Go into the Wild for Game Addiction Treatment

July 8, 2010 -

A wilderness-based addiction and substance abuse treatment center in Utah has added a rehabilitation track for young men addicted to the Internet and videogames.

Passages to Recovery begins treatment with a 40-day wilderness experience, which is then followed by on-site treatment. The center announced that its Clinical Director, Lucy Taylor, LPC, recently completed certifications in online gaming, anonymity in online relationships, pornography and infidelity, and the psychology of Internet misuse. Taylor was tutored by Kimberly Young, PsyD, from the Center for Internet Addiction Recovery.

Videogame addiction treatment will begin with “an assessment of the client’s patterns of use and the needs that are being met by gaming.” As Taylor explained, “Most people abuse the Internet or video games to meet an underlying need. Our goal is to help our clients decrease stress and increase pleasure without numbing themselves or trying to fill a void through video games or the Internet.”

Taylor continued, “An Internet addict may spend as much as 15 to 17 hours gaming, creating an online persona or acting out in an irresponsible way,” adding, “Because the behavior fills an important need for the individual, without treatment a desire to play can quickly turn into a need to play.”

While some can enjoy activities like gaming in moderation, Taylor warned that, “others are lured in by the fantasy, power, anonymity and freedom of the online world.”


Comments

Re: Go into the Wild for Game Addiction Treatment

This kind of seems like a lot of work to just tell people, 'GO OUTSIDE! STOP PLAYING GAMES AND GO OUTSIDE!'

People playing video games to massive degree is often a sign of a problem, not the problem itself. For me, the problem is utter boredom in a town that literally has nothing to do. We got a Wal-mart and that is it. Video games are a time sink I use to chill out for the bulk of my down time. I also fiddle around with musical instruments and read books from time to time too. I really want those activities to get an addiction support group. Getting guitars out of the hands of emo kids incessantly practicing their G Chord is just as important as keeping some dorks off their video games and internet.

"

Re: Go into the Wild for Game Addiction Treatment

I hope hunting isn't included, because giving real guns to those dangerously psychotic gamers with all their murder training would be a really bad idea. (sarcasm)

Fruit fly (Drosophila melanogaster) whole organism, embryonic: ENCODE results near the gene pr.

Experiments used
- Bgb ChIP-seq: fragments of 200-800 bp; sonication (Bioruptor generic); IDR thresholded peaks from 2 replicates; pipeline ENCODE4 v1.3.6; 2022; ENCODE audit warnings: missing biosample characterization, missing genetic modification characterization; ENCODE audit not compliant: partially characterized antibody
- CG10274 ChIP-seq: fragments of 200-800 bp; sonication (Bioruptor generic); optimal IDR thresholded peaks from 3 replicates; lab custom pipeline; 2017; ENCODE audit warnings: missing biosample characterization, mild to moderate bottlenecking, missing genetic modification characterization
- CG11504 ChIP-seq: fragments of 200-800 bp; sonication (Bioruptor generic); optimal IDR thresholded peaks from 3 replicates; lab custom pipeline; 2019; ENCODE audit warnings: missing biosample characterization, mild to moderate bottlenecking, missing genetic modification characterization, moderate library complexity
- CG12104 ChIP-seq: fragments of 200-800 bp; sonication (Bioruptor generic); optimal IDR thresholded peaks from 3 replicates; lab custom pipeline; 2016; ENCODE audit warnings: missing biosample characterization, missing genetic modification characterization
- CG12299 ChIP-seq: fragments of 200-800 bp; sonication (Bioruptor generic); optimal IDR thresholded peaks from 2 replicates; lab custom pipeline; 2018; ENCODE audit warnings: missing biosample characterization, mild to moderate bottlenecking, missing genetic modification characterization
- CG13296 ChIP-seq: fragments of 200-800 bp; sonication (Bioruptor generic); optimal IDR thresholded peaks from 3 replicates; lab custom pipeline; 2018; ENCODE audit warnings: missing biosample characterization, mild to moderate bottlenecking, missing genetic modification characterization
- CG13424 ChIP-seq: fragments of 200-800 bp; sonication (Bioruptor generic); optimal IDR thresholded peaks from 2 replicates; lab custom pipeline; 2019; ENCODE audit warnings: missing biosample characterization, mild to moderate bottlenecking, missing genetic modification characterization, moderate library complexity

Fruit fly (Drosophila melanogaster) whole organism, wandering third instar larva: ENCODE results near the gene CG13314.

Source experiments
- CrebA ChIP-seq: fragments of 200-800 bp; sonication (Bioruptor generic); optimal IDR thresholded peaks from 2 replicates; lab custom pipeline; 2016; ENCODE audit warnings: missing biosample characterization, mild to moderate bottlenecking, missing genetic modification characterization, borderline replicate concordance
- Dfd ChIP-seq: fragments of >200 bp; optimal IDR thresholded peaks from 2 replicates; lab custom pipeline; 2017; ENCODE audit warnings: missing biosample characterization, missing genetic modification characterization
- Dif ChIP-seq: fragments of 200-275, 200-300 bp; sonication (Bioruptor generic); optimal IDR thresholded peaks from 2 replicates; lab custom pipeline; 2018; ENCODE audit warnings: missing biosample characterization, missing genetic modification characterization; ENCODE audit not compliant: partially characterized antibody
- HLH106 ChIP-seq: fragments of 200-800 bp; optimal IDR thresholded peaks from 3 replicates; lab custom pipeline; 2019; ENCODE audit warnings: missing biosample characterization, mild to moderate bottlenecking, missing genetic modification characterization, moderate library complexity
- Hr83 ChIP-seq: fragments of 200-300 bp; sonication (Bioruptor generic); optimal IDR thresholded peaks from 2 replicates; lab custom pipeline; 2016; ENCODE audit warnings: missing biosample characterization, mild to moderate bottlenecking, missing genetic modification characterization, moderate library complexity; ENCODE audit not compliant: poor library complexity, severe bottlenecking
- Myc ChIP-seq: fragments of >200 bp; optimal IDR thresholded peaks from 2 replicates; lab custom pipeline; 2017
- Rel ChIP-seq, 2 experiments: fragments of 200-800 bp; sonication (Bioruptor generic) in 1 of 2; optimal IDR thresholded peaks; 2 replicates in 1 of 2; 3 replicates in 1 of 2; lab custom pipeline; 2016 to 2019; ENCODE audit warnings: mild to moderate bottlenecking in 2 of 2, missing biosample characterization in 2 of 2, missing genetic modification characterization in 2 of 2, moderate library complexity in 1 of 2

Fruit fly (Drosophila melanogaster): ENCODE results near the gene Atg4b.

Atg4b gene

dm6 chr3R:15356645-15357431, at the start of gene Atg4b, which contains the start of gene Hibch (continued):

Re: Go into the Wild for Game Addiction Treatment

I kinda hope they do give them guns. It will either prove that video games do not make people violent or end with the deaths of some more sanctimonious bastards.

Re: Go into the Wild for Game Addiction Treatment

The last stamement seems confusing. Don't tell me they think moderate gamers are not lured by the  same qualities of the online world. That's why every gamer goes online to play games, regardless whether you do it moderately or excessively.

GameSnooper

Re: Go into the Wild for Game Addiction Treatment

"“Most people abuse the Internet or video games to meet an underlying need.""

Solution:

""Our goal is to help our clients decrease stress and increase pleasure without numbing themselves or trying to fill a void through video games or the Internet.”"

Translation:  "We don't like the sand you're sticking your head in, so we'll help you find some other sand to stick your head in."

"... and freedom of the online world."

Yes, because freedom is such a horrible thing, in ALL its forms.

Nightwng2000

NW2K Software

http://www.facebook.com/nightwing2000

Nightwng2000 is now admin to the group "Parents For Education, Not Legislation" on MySpace as http://groups.myspace.com/pfenl

Nightwng2000 NW2K Software http://www.facebook.com/nightwing2000 Nightwng2000 is now admin to the group "Parents For Education, Not Legislation" on MySpace as http://groups.myspace.com/pfenl
 
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Mattsworknameanother07/28/2015 - 9:16pm